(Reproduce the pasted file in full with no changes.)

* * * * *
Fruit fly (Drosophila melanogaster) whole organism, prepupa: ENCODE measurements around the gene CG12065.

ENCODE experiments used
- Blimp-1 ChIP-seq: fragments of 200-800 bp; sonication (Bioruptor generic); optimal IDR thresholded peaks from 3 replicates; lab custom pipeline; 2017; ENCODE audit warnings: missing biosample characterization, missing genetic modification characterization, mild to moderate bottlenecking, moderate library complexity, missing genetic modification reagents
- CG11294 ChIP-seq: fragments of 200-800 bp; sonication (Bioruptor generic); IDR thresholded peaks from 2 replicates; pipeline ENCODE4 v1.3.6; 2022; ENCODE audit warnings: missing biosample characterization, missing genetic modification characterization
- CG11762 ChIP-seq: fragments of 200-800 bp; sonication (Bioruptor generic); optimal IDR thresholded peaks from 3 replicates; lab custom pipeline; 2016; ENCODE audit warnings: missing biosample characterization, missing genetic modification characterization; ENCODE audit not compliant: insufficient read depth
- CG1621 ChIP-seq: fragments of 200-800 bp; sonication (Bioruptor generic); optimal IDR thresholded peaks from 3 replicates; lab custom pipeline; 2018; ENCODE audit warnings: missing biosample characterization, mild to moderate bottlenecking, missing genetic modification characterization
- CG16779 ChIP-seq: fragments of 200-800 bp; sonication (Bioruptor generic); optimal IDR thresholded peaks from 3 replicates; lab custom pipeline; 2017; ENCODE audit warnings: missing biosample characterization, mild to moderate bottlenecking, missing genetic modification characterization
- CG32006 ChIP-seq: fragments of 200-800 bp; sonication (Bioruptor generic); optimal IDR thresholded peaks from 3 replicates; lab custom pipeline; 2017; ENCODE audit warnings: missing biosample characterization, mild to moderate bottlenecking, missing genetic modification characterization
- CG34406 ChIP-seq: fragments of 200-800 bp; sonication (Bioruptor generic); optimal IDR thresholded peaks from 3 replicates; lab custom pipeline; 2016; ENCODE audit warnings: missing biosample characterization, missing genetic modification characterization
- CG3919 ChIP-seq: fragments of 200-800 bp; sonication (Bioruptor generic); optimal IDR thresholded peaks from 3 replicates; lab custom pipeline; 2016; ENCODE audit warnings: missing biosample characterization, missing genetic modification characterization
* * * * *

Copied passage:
Fruit fly (Drosophila melanogaster) whole organism, prepupa: ENCODE measurements around the gene CG12065.

ENCODE experiments used
- Blimp-1 ChIP-seq: fragments of 200-800 bp; sonication (Bioruptor generic); optimal IDR thresholded peaks from 3 replicates; lab custom pipeline; 2017; ENCODE audit warnings: missing biosample characterization, missing genetic modification characterization, mild to moderate bottlenecking, moderate library complexity, missing genetic modification reagents
- CG11294 ChIP-seq: fragments of 200-800 bp; sonication (Bioruptor generic); IDR thresholded peaks from 2 replicates; pipeline ENCODE4 v1.3.6; 2022; ENCODE audit warnings: missing biosample characterization, missing genetic modification characterization
- CG11762 ChIP-seq: fragments of 200-800 bp; sonication (Bioruptor generic); optimal IDR thresholded peaks from 3 replicates; lab custom pipeline; 2016; ENCODE audit warnings: missing biosample characterization, missing genetic modification characterization; ENCODE audit not compliant: insufficient read depth
- CG1621 ChIP-seq: fragments of 200-800 bp; sonication (Bioruptor generic); optimal IDR thresholded peaks from 3 replicates; lab custom pipeline; 2018; ENCODE audit warnings: missing biosample characterization, mild to moderate bottlenecking, missing genetic modification characterization
- CG16779 ChIP-seq: fragments of 200-800 bp; sonication (Bioruptor generic); optimal IDR thresholded peaks from 3 replicates; lab custom pipeline; 2017; ENCODE audit warnings: missing biosample characterization, mild to moderate bottlenecking, missing genetic modification characterization
- CG32006 ChIP-seq: fragments of 200-800 bp; sonication (Bioruptor generic); optimal IDR thresholded peaks from 3 replicates; lab custom pipeline; 2017; ENCODE audit warnings: missing biosample characterization, mild to moderate bottlenecking, missing genetic modification characterization
- CG34406 ChIP-seq: fragments of 200-800 bp; sonication (Bioruptor generic); optimal IDR thresholded peaks from 3 replicates; lab custom pipeline; 2016; ENCODE audit warnings: missing biosample characterization, missing genetic modification characterization
- CG3919 ChIP-seq: fragments of 200-800 bp; sonication (Bioruptor generic); optimal IDR thresholded peaks from 3 replicates; lab custom pipeline; 2016; ENCODE audit warnings: missing biosample characterization, missing genetic modification characterization